REHMSo what's at stake here? Is it competition that they're trying to hold down?
SOHNYes. It is about the ability of localities to determine for themselves what kind of local broadband competition they want to have and that they should be stopped. And the chairman has said this, they should not be stopped by state laws. Look, my boss has talked a lot about competition and the broadband space and he is the first FCC chair to say that there is not enough competition for the kind of broadband access that people need today.
AMMORIYou mean, Rob or me?
REHMI'm sorry. Rob, forgive me.
ATKINSONDiane, how many gas pipes do you have to your home?
REHMI happen to live in a condo so I cannot tell you.
ATKINSONYou have one, in other words. The idea that we should support multiple wires going into every home is one of the most wasteful things we can imagine. The United States leads the world, with Canada and Korea, on what's called intermodal competition. Two wires, two pipes to every home. We lead the world with those two other countries. The idea that we would want government subsidized third providers, which all that does is that raises the price for the rest of us because it's wasteful overbuilding.
REHMBut how does that speak to caller's comment? Why do they go to court and state legislatures to block...
ATKINSONBecause in many of those cases, what the local governments have done is they've given their own company -- talk about a net un-neutrality -- their own municipal company unfair advantage. They don't pay taxes. They get free access to the poles. Many of these have failed, by the way. Burlington, Vermont, the city was on the hook for millions and millions of dollars.
ATKINSONProvo, Utah, millions and millions of dollars. So it's one thing for a city to say, look, there's no broadband here. We want to try it with the private sector and if they say, no, but in many of these cases, they're -- Chattanooga's a great example. The federal government used valuable stimulus money to give them extra money to go from 100 megabytes a second to a gig when we should've been using that money in rural areas that have nothing.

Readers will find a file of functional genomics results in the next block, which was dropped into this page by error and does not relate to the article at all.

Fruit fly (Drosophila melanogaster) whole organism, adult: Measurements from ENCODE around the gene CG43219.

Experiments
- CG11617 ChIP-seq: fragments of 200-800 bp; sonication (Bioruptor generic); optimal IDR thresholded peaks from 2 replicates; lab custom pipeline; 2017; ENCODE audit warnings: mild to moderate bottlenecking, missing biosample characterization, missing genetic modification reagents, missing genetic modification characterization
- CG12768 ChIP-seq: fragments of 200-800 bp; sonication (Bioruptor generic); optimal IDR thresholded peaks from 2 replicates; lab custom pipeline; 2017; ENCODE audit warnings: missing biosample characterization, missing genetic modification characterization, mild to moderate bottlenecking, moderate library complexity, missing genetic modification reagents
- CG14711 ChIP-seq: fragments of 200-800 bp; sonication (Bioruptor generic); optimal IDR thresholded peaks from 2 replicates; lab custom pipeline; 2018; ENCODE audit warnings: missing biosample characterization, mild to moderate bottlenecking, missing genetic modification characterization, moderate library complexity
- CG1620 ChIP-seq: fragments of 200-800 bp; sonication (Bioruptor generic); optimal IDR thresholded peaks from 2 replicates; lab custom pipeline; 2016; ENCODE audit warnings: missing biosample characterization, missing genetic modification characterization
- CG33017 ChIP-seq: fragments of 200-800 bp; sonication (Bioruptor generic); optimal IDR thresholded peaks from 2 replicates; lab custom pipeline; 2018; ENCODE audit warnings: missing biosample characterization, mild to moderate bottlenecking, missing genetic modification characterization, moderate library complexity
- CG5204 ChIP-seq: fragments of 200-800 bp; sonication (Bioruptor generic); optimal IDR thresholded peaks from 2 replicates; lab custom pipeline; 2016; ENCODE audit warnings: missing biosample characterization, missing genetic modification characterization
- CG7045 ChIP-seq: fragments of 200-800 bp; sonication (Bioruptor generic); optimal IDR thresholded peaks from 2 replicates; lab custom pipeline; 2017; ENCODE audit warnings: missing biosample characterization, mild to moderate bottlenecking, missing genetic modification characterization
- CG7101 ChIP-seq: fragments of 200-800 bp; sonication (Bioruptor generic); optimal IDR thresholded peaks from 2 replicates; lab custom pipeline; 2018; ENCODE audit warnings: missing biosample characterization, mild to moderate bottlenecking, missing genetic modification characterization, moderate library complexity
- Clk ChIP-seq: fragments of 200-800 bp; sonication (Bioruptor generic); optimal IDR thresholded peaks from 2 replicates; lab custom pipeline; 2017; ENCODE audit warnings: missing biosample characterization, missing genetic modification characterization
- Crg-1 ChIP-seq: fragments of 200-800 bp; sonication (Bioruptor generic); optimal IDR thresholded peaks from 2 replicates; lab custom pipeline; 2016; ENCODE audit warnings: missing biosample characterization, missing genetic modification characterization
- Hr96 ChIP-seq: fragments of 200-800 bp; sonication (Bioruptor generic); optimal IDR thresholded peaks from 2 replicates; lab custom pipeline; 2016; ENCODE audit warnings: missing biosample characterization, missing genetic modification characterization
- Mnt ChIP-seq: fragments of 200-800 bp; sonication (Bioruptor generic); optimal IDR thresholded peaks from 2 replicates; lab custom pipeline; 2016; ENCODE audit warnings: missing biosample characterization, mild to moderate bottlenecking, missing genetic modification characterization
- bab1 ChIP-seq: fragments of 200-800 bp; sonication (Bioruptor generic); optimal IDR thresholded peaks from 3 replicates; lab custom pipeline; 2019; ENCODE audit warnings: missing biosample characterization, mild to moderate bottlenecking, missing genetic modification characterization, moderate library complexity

SOHNI really need to respond because far more municipal systems have succeeded than failed. You guys love to trot out the handful of failures. But here's the other thing and here's the myth about the leg up that community broadband has. Private entities, like AT&T, like Verizon, like Comcast use public rights of way. They dig up public streets. They use those poles. So the notion that it's a purely private enterprise and just out of magic the free market has created these great systems without the government's help is just untrue.
AMMORII'd like to chime in. I mean, he asked you about your gas line to your house. If I'm not wrong, that's regulated as a public utility. There's one and it's regulated. So what he's saying is, we should have a unregulated monopoly. That would be great because...
ATKINSONNo. That's called two, Marvin. Monopoly's one.
AMMORIWell, so the chairman of the FCC believes, I think, from his speeches and his data, that the table stakes are 25 megabytes per second and at those speeds, usually cable is the only game in town and they dominate the market share. People usually get broadband from their cable company. And so, even if it is only two, that's not really a robustly competitive market and to be arguing for an unfettered monopoly without local competition, I think, is asking a little much.
KANGAgain, sort of stepping back, there are some interesting atmospherics that are sort of clouding and informing a lot of this discussion. And one big thing that we haven't talked about is a merger that's on the table between Time Warner Cable and Comcast. And this is all amid the idea that consumers feel -- and, again, I hear from readers about this all the time, I wish I had more choice.
KANGAnd yes, Comcast and Time Warner Cable do not overlap in certain localities, but it would give one company a big portion of the broadband internet market, up to 40 percent in some estimates. And that is what -- that's one of the things that has fueled this public interest in a very wonky tech issue, net neutrality. It's what brought the comedian, John Oliver, to do a sketch on what is net neutrality and really criticizing the FCC.
KANGIt's become a public relations sort of nightmare for Obama in a way and I think this is one of the impetuses for why he spoke this week is, hey, Obama, we've supported you, meaning the populous who want sort of net neutrality as well as Silicon Valley, who, politically and financially are increasingly backing the Democratic Party.
KANGSo they've been saying, since 2008, this is the one thing we've asked for. Even John Oliver's talking about this. You've got 4 million comments and where are we today? President Obama, you have about a year and a half, two years left, what's next?
REHMAll right. Let's go to St. Louis, Missouri. Hi, Eric, you're on the air.